I have a laptop with a slightly swollen lithium-ion pouch cell. I know this is dangerous and I know I'm supposed to replace it. However, the replacement is half the price of a new computer, the new model will be released in a couple of months so I'm trying to wait it out. I've seen people where the case of the laptop is pushed and the trackpad breaks so I know the swelling can get worse before it explodes, if it gets to that point I'll stop using it but for now...

How do I minimize additional swelling? Removing it is not an option. I found a way to bypass the battery charging, keep it at 40%, and work directly from the power adapter. Or is it better to charge and discharge the battery and at what percentage range should I keep it?

And just out of curiosity. I've been reading a lot about lithium-ion batteries lately. Is it better for the battery to constantly be charged and discharged or to be used less? And how much less? I read that it's actually not good to be left unused or to be left overcharged or undercharged. Is the ideal to keep it at 40% and bypass it when using the adapter? How do I extend its life to say 10 years?

  • \$\begingroup\$ Laptops use lithium polymer batteries? I thought they used Lithium-Ions, and in a hard case at that where you can't see swelling. Let the battery discharge slowly, and never let it charge back up. Run off wall power. The more charge it has the more dangerous it is. \$\endgroup\$
    – DKNguyen
    Commented May 4, 2021 at 2:00
  • \$\begingroup\$ Look for replacement batteries from other sources, aftermarket batteries are usually substantially cheaper than OEM ones. \$\endgroup\$
    – Hearth
    Commented May 4, 2021 at 2:06
  • 1
    \$\begingroup\$ Run it without a battery or check that the battery is cool and use a laptop cooler if necessary and disable unnecessary slug ware from starting up. The thermal runaway has 3 stages from heat rise, each one faster than the previous and the last stage is unstoppable fire or worse. The early warning is outgassing bloat on the sealed bag. \$\endgroup\$ Commented May 4, 2021 at 2:35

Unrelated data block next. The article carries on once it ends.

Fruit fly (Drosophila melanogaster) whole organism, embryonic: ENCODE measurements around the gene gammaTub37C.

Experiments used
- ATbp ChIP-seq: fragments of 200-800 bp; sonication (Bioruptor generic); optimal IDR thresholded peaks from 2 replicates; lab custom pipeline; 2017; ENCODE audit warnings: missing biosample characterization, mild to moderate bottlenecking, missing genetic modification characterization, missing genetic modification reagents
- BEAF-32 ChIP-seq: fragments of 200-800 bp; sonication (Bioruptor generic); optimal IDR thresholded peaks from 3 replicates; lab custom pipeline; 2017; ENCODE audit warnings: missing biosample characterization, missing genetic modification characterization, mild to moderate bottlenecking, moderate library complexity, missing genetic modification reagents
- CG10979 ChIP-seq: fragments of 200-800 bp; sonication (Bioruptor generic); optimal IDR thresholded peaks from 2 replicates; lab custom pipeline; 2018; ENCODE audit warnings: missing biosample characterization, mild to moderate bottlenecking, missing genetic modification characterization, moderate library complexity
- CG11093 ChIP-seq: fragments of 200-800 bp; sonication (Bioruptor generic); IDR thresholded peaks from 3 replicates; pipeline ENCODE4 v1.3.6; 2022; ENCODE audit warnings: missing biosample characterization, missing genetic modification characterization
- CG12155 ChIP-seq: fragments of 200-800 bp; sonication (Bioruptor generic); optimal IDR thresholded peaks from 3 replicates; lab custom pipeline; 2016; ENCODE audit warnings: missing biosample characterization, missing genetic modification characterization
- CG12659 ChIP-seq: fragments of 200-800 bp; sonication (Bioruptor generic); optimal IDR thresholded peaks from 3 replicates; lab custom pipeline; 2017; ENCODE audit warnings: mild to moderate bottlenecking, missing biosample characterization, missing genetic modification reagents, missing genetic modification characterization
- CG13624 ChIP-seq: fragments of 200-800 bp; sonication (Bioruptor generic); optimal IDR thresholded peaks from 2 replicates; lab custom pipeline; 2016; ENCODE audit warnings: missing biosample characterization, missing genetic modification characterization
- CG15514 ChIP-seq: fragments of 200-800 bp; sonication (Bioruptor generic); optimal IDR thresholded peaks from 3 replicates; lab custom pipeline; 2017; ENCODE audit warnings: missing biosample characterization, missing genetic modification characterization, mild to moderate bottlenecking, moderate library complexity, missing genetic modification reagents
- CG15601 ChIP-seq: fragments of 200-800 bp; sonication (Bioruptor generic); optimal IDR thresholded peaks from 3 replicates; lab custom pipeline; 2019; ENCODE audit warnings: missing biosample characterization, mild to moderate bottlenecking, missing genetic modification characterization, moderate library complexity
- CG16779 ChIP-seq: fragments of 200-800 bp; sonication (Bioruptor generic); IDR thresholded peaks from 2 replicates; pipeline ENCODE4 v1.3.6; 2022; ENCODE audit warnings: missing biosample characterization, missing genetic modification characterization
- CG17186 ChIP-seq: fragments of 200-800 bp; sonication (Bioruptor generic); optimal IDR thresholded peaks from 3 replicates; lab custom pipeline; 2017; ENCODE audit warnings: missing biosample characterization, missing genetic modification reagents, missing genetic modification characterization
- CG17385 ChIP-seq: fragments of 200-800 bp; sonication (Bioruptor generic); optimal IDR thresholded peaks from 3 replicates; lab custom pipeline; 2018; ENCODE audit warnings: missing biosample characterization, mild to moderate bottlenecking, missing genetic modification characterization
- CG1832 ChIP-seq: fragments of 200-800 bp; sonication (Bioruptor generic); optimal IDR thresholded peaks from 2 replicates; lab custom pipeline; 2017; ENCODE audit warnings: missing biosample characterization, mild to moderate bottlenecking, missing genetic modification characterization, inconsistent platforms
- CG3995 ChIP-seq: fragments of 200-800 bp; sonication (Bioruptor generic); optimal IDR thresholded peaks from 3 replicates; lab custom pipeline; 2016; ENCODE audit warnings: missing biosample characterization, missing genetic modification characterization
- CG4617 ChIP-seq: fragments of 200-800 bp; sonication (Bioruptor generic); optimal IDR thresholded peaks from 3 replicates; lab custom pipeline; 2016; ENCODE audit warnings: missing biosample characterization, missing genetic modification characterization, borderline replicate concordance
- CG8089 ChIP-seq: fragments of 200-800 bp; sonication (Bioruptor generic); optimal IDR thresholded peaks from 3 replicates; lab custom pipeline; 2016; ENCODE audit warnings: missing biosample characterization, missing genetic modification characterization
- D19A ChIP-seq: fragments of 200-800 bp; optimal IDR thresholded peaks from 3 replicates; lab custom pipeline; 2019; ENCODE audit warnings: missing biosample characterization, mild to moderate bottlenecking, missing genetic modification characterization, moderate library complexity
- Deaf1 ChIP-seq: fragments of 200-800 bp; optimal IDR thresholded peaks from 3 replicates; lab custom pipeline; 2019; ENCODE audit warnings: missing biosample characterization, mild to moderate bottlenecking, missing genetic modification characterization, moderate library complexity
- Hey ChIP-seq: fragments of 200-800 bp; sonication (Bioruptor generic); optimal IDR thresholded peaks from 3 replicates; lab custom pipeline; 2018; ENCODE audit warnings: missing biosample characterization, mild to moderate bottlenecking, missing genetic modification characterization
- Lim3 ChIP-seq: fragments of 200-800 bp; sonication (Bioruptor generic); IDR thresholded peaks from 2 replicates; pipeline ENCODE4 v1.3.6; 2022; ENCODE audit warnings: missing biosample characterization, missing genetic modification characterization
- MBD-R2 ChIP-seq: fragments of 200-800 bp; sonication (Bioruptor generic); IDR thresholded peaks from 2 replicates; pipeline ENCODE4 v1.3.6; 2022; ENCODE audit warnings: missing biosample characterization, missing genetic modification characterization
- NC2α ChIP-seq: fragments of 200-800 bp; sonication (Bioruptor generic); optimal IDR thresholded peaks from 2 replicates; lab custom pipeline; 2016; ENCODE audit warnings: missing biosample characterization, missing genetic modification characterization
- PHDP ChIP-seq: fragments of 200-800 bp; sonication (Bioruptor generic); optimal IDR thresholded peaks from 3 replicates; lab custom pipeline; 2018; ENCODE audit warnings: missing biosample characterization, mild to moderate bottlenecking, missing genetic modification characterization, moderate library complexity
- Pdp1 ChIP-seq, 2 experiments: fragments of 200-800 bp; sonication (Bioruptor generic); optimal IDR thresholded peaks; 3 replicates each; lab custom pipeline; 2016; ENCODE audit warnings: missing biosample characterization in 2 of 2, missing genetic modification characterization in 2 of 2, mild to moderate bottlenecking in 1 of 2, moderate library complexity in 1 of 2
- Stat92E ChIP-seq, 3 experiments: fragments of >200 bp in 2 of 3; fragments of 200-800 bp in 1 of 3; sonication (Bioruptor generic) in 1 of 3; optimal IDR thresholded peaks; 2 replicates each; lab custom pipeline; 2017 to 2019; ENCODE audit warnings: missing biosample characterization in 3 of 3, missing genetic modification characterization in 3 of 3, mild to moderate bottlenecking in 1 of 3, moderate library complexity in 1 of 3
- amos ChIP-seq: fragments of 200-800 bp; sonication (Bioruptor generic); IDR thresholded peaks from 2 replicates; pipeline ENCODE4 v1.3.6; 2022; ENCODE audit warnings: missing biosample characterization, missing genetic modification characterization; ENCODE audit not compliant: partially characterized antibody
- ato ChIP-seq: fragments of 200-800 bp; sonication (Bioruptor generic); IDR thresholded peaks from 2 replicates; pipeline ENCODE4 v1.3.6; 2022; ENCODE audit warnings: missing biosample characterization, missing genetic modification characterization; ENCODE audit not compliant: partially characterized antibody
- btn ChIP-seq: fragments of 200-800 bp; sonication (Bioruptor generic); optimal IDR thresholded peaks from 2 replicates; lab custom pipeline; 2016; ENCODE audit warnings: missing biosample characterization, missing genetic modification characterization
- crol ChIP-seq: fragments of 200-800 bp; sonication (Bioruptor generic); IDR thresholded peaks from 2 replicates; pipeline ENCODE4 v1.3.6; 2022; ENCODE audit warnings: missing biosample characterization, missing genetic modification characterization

2 Answers 2


I strongly recommend removing the battery as soon as possible. The fact that is has swollen means highly explosive gases have build-up inside.

"Lithium-ion batteries use a chemical reaction to generate power. As the battery ages, this chemical reaction no longer completes perfectly, which can result in the creation of gas (called outgassing), leading to a swollen battery. Additionally, if the battery’s internal layers do not maintain proper separation (due to damage or defect), outgassing, swelling, and even fire can occur. Swelling is the result of particulates getting caught in between the layers of the battery and eventually puncturing the membrane that separate the layers. If the membrane has been compromised, moisture in the air can react with the cell, causing the cell to swell." Source

Keeping it at 40% and working directly on the charger reduces the stress on the battery.

The most dangerous time for a battery is when is discharging and when exposed to heat. To keep it simple, discharging faster than it can provide current will cause instability. Heating it up means, in simple terms, increasing thermal agitation of electrons, thus, resulting in instability. By now, your battery's capacity is no longer how it was out of the factory, so it will discharge much faster and charge much faster. But the process is more volatile. More details about this process, here.

So keeping it at 40% is a good idea. Keeping it at around 30 degrees Celsius is also a good idea. Throwing it away is even a better idea.

When storing it for long time, keep it at around 50%.


Having and extinguisher around won't do much if your battery is still hot from any stress it was undergoing at the time of catching fire. Keep your battery cool and away of any discharging/charging stress.


While it is true that a swollen Li-ion pouch cell is cause for some concern, the major effect is a loss of capacity (due to delamination) rather than an imminent danger of explosion. That cell is more likely to vent (not pleasant, sure) than explode.


Your Answer

By clicking “Post Your Answer”, you agree to our terms of service and acknowledge you have read our privacy policy.

Not the answer you're looking for? Browse other questions tagged or ask your own question.